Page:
8. A device according to claim 7, wherein said oxygen sensing element (10) further comprises an electrical heating means (52,54) arranged to heat said solid electrolyte layer (12).
9. A device according to claim 1, wherein said oxygen sensing element (10) further comprises a temperature-sensitive resistance element (60) mounted on said solid electrolyte layer (12) and electrically connected to said first electrode layer (14) such that said DC power supply means (24) is connected to said first electrode layer via said resistance element (60), said resistance element being of the type having a tendency of lowering the electrical resistance thereof as the temperature lowers.
10. A device according to claim 1, wherein said oxygen sensing element (10) further comprises a gas permeable porous protective layer (20) formed on said solid electrolyte layer (12) so as to cover at least said second electrode layer (14).
11. A device according to claim 10, wherein said porous gas-diffusion layer and said gas permeable porous protective layer comprise alumina, spinel, magnesia or calcium zirconate. (ZrO2 --CaO).
12. A device according to claim 1, wherein said DC power supply means comprises means for providing the intensity of said constant current smaller than a critical current intensity above which said output voltage becomes substantially constant even though the air/fuel ratio varies on said one side of the stoichiometric ratio.
13. A device according to claim 1, wherein said oxygen ion conductive solid electrolyte layer comprises a metal oxide layer.
14. A device according to claim 13, wherein said oxygen ion conductive solid electrolyte layer comprises ZrO2 stabilized with Y2 O3, CaO or MgO; Bi2 O3 stabilized with Y2 O3 or Nb2 O5 ; a ThO2 --Y2 O3 system; or a CaO--Y2 O3 system.
15. A device according to claim 13, wherein said oxygen ion conductive solid electrolyte layer consists essentially of said metal oxide layer.
16. A device according to claim 1, wherein said second electrode layer comprises a metal, SiC, an electronically conducting metal oxide or an oxide semi-conductor.
17. A device according to claim 16, wherein said metal comprises Au or Ag, said electronically conducting metal oxide comprises SnO2, V2 O5 or PbO or a mixture thereof with Al2 O3 and said oxide semiconductor comprises LaCrO3, LaNiO3 or SmCoO3 or a mixture thereof with Ca, Zr, Mg or Sr.
Descripción
BACKGROUND OF THE INVENTION

This invention relates to a device for detecting an actual air/fuel ratio of an air-fuel mixture subjected to combustion in a combustor, such as the combustion chambers of an internal combustion engine, based on the magnitude of an oxygen partial pressure in the combustion gas exhausted from the combustor.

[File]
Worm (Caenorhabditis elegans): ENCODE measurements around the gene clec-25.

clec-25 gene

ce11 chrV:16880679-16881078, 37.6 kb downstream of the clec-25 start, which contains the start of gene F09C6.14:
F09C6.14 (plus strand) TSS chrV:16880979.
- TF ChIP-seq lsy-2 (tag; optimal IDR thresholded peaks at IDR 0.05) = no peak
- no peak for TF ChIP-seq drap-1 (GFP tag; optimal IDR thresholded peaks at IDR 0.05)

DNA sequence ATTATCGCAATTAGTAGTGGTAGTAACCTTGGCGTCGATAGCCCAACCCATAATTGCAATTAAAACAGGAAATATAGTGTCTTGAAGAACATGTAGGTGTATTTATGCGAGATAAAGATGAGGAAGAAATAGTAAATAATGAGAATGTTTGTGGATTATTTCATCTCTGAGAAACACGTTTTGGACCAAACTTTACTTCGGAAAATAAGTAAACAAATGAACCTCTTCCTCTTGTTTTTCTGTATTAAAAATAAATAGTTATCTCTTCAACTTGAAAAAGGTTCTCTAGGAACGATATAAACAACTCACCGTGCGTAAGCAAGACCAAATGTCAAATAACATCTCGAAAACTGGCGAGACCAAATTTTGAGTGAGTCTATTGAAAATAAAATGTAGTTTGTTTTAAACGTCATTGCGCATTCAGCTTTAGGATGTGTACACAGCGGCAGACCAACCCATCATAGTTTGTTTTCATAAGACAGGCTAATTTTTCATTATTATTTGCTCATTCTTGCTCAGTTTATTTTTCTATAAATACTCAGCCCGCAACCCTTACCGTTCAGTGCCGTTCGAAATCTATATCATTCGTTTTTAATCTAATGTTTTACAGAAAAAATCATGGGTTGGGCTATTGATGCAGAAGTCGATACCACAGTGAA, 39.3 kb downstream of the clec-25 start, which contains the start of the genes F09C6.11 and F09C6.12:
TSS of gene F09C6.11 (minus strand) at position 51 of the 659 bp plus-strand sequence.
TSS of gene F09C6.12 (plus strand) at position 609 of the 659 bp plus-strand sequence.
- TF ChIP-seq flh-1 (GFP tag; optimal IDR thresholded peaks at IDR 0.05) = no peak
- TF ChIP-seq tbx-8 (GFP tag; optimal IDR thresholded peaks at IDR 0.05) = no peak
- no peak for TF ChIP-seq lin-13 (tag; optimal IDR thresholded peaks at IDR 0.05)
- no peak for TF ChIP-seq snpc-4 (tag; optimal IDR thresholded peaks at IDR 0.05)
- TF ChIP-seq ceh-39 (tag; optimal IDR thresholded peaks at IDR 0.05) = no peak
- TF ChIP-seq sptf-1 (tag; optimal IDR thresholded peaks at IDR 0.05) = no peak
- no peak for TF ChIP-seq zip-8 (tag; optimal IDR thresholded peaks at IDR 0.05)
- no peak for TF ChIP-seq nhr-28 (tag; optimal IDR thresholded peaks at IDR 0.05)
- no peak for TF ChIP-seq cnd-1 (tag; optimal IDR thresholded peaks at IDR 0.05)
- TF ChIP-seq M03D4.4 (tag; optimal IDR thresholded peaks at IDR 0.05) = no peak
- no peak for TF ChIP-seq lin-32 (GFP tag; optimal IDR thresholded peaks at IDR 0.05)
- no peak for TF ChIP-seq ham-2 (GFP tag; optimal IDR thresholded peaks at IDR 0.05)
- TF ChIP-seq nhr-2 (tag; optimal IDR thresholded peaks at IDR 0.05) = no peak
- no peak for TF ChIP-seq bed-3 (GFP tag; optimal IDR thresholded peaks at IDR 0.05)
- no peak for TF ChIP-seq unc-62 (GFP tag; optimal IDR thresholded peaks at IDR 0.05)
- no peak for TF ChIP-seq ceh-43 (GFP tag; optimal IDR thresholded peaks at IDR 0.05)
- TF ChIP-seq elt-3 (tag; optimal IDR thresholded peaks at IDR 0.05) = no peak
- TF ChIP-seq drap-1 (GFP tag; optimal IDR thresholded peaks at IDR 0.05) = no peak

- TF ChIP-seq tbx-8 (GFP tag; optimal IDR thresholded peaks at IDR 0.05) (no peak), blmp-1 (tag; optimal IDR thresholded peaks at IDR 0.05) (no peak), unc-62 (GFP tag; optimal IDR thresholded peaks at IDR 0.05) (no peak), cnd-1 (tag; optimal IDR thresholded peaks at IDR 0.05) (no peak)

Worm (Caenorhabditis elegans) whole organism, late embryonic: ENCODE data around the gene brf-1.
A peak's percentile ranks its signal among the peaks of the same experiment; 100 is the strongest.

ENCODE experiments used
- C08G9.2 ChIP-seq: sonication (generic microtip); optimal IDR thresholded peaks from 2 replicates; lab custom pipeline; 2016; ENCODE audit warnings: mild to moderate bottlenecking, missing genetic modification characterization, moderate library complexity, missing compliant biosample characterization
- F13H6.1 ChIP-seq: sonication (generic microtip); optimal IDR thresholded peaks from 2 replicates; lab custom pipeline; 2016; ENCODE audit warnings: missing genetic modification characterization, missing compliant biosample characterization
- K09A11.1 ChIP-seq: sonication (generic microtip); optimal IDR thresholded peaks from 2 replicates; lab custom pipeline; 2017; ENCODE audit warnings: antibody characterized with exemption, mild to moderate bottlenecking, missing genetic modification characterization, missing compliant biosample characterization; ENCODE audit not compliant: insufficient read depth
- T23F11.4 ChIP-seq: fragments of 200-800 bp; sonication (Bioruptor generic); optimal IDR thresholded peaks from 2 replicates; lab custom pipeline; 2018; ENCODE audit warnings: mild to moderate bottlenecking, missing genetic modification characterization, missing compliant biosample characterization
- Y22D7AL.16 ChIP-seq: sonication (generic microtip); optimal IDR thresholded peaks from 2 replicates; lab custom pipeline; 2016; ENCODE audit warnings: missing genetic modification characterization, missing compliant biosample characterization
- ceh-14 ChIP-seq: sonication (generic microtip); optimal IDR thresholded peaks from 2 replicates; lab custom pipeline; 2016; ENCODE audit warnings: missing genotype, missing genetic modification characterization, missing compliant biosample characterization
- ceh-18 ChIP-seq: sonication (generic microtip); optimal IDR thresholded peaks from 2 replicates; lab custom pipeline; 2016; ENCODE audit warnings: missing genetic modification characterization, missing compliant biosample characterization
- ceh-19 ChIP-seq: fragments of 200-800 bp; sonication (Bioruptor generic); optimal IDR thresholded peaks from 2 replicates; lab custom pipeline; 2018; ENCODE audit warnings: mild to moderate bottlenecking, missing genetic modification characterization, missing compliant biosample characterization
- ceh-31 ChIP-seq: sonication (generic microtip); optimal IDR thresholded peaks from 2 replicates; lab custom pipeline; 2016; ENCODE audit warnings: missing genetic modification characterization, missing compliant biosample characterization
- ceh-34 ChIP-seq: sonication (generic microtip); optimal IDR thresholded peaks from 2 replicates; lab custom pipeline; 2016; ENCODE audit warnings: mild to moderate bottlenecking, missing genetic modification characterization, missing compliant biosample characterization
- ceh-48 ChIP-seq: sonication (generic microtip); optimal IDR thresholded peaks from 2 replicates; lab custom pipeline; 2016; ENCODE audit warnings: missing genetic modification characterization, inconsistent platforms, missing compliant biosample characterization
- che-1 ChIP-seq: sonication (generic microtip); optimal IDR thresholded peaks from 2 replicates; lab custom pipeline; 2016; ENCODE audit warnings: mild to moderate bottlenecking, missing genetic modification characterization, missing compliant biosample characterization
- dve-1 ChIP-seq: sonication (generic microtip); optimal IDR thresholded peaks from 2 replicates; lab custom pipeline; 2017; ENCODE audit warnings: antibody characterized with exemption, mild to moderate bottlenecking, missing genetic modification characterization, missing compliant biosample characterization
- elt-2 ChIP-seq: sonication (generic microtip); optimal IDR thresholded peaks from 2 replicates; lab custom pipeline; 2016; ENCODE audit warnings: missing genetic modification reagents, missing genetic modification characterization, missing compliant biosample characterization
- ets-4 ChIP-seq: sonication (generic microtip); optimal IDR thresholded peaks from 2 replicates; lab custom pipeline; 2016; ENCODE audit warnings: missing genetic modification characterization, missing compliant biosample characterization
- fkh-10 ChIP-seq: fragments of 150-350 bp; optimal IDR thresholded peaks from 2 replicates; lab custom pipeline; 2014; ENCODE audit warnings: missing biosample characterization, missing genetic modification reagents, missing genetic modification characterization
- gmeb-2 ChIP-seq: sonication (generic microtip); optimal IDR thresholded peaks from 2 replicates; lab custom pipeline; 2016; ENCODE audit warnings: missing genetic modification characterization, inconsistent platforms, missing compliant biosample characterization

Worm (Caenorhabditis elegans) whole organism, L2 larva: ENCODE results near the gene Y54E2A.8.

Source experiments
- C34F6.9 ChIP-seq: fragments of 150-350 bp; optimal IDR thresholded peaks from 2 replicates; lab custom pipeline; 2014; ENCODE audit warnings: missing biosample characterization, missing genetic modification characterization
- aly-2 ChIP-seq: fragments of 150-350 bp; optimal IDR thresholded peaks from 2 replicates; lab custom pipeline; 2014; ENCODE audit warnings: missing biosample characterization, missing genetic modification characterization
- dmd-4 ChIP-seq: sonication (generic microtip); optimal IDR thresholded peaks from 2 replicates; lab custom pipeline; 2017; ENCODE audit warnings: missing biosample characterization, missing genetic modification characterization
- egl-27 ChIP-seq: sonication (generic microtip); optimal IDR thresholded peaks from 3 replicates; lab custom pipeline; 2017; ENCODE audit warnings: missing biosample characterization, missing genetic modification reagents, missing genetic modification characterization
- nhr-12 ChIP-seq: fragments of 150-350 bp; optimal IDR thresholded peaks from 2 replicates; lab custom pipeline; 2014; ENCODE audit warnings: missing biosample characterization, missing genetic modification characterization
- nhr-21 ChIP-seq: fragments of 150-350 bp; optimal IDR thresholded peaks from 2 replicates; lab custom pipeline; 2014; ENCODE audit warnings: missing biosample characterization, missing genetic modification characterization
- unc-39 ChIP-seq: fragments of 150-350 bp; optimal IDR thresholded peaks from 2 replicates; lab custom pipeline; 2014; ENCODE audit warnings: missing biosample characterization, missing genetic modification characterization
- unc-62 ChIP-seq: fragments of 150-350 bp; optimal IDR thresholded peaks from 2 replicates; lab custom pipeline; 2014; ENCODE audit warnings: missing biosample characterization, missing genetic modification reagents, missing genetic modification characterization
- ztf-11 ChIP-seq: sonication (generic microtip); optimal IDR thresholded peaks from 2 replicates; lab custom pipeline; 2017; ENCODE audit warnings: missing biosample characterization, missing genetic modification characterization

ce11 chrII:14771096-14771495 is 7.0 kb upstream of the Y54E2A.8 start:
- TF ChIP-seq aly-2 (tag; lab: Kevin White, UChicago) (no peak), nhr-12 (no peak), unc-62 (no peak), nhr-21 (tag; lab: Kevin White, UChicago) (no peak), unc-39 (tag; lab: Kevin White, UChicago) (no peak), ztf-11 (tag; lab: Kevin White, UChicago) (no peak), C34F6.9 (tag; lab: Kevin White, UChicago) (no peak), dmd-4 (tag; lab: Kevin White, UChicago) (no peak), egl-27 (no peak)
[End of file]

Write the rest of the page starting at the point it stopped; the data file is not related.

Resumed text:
In recent automobiles, one of the popularized methods of sufficiently reducing the emission of HC, CO and NOx is to use a three-way catalyst which catalyzes both reduction of NOx and oxidation of HC and CO and an electronically controlled fuel injection system to minutely control the air/fuel ratio so as to maintain a specific air/fuel ratio at which the three-way catalyst exhibits the highest conversion efficiency, and in many cases it is intended to maintain a stoichiometric air/fuel ratio, that is, about 14.5 in gasoline engines. In this method it is usual to perform closed-loop control of the air/fuel ratio by the use of an oxygen sensor installed in the exhaust system to detect a change in the concentration of oxygen in the exhaust gas as an indication of a change in the air/fuel ratio of an air-fuel mixture actually supplied to the engine, because it is more practical to provide an oxygen sensor in the exhaust system than in the intake system of the engine.

An oxygen sensor prevailing for this purpose is of the concentration cell type having a layer of an oxygen ion conductive solid electrolyte, such as zirconia stabilized with calcia, a measurement electrode layer porously formed on one side of the solid electrolyte layer and a reference electrode layer formed on the other side. This oxygen sensor is designed such that the reference electrode layer is exposed to air while the measurement electrode layer is exposed to an exhaust gas and generates an electromotive force the magnitude of which depends on the difference between a reference oxygen partial pressure in air and an oxygen partial pressure in the exhaust gas. When the air/fuel ratio of a mixture supplied to the engine changes across a stoichiometric air/fuel ratio, a great and sharp change is exhibited in the magnitude of the electromotive force which the sensor generates. Accordingly this type of oxygen sensor is suitable for application to engines to be operated with a stoichiometric or approximately stoichiometric air-fuel mixture. From an industrial point of view, however, this type of oxygen sensor is rather low in productivity and difficult to achieve desirable size reduction because of design restrictions placed on it by the necessity of introducing air to the reference electrode layer.